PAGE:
• Not trying to argue a point here, but i just wanted to add that my local CEX trade DVD’s & CD’s as well as games.

      • Fatty – Interesting points though I largely disagree. A gigging musician is working and thusly getting paid for that extra work if I went to a concert and there was just a CD player on stage I’d likely be rather miffed.

        The royalties point is more valid, though it will be interesting to see how and if OnLive begins to change this in the games industry. Also the rental industry buys its games at a much higher price due to their usage as rentals, afaik and in an arrangement negotiated with the publishers – Need to verify this though as I’m not 100%

        With movies, both of the examples you mention are that medias point of sale, so my comparison stands.

        Colm, depends on the movie and depends on the game, though I would be interested to see a comparison of development costs for a triple A movie (Avatar for instance) and a triple A game release. If customers are willing to pay just a few euros or pounds less for a 2nd hand product then that is the nature of retail. Supply and Demand dictates prices, if people will pay it it will sell at that price.

        Scythe, your point refers to the retailers not the product and while I acknowledge that they don’t have even close to the high st presence of 2nd hand games stores, there are a tonne of 2nd hand, book and music shops, with the majority of large towns will have at least one decent one. Again though, you’re talking about the retail method not the product.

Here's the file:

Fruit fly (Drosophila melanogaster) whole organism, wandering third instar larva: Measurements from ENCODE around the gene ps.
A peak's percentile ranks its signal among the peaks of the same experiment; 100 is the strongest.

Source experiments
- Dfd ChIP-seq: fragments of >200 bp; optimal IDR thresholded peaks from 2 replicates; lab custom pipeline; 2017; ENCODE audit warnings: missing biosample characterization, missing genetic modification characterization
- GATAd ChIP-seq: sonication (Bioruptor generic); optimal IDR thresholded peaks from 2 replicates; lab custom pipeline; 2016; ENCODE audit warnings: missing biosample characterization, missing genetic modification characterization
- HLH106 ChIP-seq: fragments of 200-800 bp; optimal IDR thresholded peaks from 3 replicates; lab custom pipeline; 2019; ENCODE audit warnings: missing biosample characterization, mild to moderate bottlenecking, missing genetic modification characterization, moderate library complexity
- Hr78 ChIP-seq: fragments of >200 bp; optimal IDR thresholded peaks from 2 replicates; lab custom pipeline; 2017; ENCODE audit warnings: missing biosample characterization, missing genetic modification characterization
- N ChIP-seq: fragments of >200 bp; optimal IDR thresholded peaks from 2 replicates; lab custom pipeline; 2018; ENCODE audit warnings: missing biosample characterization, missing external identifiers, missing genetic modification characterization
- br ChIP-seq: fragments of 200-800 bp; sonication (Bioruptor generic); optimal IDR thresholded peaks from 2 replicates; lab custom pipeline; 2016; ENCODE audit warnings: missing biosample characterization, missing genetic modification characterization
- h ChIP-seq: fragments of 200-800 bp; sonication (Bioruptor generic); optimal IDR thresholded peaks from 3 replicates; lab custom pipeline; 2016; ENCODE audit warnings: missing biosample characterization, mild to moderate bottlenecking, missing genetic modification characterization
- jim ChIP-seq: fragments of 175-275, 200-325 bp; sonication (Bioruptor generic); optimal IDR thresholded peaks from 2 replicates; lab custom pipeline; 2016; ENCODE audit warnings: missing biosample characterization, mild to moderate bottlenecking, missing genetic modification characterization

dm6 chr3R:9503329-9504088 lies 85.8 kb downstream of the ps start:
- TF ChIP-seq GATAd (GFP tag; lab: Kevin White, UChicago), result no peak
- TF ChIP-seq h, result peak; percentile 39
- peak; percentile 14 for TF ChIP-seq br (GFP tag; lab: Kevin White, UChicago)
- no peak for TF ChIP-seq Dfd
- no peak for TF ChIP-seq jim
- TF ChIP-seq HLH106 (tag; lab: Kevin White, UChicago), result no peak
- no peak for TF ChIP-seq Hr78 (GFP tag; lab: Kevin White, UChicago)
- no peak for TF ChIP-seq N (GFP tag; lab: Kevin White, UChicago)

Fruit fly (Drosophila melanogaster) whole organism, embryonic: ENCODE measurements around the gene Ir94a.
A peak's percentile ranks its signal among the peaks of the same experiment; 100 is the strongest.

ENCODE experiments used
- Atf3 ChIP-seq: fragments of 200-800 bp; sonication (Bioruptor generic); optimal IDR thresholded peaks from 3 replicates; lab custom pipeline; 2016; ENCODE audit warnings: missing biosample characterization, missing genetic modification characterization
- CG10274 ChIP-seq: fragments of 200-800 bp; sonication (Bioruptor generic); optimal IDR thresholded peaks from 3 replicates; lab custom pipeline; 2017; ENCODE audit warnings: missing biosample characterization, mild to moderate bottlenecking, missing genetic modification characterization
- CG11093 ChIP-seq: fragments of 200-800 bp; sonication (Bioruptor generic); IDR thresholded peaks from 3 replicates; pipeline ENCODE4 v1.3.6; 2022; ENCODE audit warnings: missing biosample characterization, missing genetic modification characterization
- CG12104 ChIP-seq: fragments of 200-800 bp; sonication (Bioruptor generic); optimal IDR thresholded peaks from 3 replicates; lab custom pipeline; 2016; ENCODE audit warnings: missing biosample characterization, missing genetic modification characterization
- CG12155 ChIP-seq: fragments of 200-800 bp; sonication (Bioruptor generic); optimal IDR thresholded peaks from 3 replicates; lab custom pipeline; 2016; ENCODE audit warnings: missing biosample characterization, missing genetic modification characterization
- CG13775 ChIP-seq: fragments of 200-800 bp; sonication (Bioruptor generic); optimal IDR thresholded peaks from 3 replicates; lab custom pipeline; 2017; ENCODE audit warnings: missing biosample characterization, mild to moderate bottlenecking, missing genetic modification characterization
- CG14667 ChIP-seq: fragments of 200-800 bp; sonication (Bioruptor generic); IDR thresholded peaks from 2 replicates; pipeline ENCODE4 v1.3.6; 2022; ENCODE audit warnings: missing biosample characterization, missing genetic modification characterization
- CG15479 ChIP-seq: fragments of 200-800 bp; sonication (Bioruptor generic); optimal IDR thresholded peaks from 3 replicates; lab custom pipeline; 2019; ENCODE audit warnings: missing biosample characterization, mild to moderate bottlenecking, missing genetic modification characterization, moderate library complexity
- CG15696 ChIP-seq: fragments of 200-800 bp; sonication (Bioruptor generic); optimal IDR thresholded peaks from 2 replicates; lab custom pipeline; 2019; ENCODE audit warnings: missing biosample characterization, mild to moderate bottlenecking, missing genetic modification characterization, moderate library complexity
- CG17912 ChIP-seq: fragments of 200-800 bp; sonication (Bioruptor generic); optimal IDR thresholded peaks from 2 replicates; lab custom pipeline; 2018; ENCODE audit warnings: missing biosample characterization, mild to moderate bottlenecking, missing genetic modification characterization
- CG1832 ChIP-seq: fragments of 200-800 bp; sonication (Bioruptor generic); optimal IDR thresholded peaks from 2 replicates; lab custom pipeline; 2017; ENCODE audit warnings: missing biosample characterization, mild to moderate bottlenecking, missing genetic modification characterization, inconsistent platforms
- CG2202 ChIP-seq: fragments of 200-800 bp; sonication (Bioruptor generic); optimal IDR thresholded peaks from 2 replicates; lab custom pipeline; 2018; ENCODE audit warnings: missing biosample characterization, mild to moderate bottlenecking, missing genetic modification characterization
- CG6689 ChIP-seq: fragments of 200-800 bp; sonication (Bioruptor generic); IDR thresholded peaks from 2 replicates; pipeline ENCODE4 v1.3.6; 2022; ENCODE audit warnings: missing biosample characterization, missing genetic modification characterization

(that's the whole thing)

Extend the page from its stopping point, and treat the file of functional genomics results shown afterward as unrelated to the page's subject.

• Perfectly good point Forrest, mine also stocks phones and laptops etc, for which neither Nokia nor Dell etc will see a penny.

      • You can’t use extremes to produce a valid argument.
        Avatar is not representative of even an average blockbuster’s budget, never mind an normally funded movie.
        They also charged extra to watch it.
        I couldn’t say all movies were budgeted like El Mariachi (£4,400) or Paranormal Activity (£9,500), could I?
        The movie industry is so big, the average production cost of a movie are smaller than the average cost of a console game.

      • I’m not using extremes, I’m using a film of comparative profile to the videogame which has caused this kerfuffle. It was genuinely just something that occured to me whilst thinking about this that made me curious. Averages are also hugely unhelpful though, whilst we’re on it.

      • really fatty?
        not from books, comics, toys, clothing, movies, music, and all the myriad other forms of merchandising almost every game has these days.
        and that’s without the ubiquitous dlc.
        do you still want to say games never have any subsidiary revenue streams?

        and yeah, there are more places that trade games than there are movies and music or any other media.